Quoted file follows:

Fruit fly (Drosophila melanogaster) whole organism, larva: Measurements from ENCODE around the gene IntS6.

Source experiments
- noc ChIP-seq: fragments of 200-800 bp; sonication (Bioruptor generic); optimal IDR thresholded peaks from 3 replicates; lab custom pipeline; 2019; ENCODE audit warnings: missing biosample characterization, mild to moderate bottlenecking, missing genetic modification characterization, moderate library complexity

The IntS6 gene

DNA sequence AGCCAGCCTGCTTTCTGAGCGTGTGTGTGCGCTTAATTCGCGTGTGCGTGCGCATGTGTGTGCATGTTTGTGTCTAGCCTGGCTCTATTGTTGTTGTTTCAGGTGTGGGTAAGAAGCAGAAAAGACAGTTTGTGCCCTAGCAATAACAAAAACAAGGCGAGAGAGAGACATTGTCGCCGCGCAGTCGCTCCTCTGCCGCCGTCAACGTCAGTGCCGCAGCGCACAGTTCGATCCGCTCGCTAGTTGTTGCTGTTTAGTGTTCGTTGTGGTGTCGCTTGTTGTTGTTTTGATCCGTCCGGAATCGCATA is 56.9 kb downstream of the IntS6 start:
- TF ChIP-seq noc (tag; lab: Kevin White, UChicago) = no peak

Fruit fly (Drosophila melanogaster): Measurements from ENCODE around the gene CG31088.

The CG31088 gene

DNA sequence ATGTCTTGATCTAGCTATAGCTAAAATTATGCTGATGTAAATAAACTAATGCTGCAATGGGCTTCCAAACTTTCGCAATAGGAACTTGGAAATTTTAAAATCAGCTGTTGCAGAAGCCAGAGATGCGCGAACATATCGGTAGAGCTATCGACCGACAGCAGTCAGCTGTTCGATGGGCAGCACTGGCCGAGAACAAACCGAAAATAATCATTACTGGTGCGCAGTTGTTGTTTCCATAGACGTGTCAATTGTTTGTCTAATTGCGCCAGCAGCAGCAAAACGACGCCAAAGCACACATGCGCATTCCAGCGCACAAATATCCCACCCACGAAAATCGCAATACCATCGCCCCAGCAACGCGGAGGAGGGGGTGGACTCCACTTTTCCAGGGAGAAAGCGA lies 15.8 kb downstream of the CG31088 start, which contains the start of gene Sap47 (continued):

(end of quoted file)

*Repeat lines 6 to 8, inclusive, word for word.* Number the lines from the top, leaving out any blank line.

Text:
- TF ChIP-seq noc (tag; lab: Kevin White, UChicago) = no peak

Fruit fly (Drosophila melanogaster): Measurements from ENCODE around the gene CG31088.

The CG31088 gene